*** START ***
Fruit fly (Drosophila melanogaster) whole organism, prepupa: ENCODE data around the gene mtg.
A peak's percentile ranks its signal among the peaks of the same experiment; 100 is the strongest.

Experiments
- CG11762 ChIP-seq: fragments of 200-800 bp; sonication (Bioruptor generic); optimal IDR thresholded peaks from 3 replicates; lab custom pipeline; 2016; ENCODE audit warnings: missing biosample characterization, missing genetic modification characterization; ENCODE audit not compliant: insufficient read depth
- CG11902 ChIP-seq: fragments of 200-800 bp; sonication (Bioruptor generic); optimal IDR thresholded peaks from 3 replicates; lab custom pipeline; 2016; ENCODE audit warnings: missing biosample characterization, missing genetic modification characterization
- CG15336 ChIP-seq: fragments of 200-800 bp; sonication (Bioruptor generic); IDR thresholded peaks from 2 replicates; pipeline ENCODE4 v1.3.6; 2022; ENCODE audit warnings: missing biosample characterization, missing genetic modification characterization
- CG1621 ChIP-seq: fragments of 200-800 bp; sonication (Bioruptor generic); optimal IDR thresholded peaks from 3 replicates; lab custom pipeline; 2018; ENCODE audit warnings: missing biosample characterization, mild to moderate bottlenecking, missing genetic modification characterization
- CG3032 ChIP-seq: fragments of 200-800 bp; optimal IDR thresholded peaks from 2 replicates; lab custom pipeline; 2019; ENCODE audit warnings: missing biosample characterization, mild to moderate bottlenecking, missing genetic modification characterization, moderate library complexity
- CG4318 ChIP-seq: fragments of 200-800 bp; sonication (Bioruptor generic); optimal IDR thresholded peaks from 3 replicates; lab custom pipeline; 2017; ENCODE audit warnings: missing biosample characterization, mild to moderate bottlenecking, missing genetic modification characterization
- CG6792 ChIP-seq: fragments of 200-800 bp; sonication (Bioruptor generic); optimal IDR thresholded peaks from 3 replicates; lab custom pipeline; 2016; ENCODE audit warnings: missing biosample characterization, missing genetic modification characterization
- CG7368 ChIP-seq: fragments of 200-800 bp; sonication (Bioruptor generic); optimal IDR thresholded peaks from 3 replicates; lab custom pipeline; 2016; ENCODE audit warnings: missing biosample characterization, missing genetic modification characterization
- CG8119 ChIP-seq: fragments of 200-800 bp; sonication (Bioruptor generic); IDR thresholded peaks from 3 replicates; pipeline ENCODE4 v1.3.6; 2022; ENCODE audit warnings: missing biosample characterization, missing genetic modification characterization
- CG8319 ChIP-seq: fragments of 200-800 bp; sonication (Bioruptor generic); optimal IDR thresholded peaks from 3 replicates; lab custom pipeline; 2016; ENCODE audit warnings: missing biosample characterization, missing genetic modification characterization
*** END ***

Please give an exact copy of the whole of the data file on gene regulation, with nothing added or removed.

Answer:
Fruit fly (Drosophila melanogaster) whole organism, prepupa: ENCODE data around the gene mtg.
A peak's percentile ranks its signal among the peaks of the same experiment; 100 is the strongest.

Experiments
- CG11762 ChIP-seq: fragments of 200-800 bp; sonication (Bioruptor generic); optimal IDR thresholded peaks from 3 replicates; lab custom pipeline; 2016; ENCODE audit warnings: missing biosample characterization, missing genetic modification characterization; ENCODE audit not compliant: insufficient read depth
- CG11902 ChIP-seq: fragments of 200-800 bp; sonication (Bioruptor generic); optimal IDR thresholded peaks from 3 replicates; lab custom pipeline; 2016; ENCODE audit warnings: missing biosample characterization, missing genetic modification characterization
- CG15336 ChIP-seq: fragments of 200-800 bp; sonication (Bioruptor generic); IDR thresholded peaks from 2 replicates; pipeline ENCODE4 v1.3.6; 2022; ENCODE audit warnings: missing biosample characterization, missing genetic modification characterization
- CG1621 ChIP-seq: fragments of 200-800 bp; sonication (Bioruptor generic); optimal IDR thresholded peaks from 3 replicates; lab custom pipeline; 2018; ENCODE audit warnings: missing biosample characterization, mild to moderate bottlenecking, missing genetic modification characterization
- CG3032 ChIP-seq: fragments of 200-800 bp; optimal IDR thresholded peaks from 2 replicates; lab custom pipeline; 2019; ENCODE audit warnings: missing biosample characterization, mild to moderate bottlenecking, missing genetic modification characterization, moderate library complexity
- CG4318 ChIP-seq: fragments of 200-800 bp; sonication (Bioruptor generic); optimal IDR thresholded peaks from 3 replicates; lab custom pipeline; 2017; ENCODE audit warnings: missing biosample characterization, mild to moderate bottlenecking, missing genetic modification characterization
- CG6792 ChIP-seq: fragments of 200-800 bp; sonication (Bioruptor generic); optimal IDR thresholded peaks from 3 replicates; lab custom pipeline; 2016; ENCODE audit warnings: missing biosample characterization, missing genetic modification characterization
- CG7368 ChIP-seq: fragments of 200-800 bp; sonication (Bioruptor generic); optimal IDR thresholded peaks from 3 replicates; lab custom pipeline; 2016; ENCODE audit warnings: missing biosample characterization, missing genetic modification characterization
- CG8119 ChIP-seq: fragments of 200-800 bp; sonication (Bioruptor generic); IDR thresholded peaks from 3 replicates; pipeline ENCODE4 v1.3.6; 2022; ENCODE audit warnings: missing biosample characterization, missing genetic modification characterization
- CG8319 ChIP-seq: fragments of 200-800 bp; sonication (Bioruptor generic); optimal IDR thresholded peaks from 3 replicates; lab custom pipeline; 2016; ENCODE audit warnings: missing biosample characterization, missing genetic modification characterization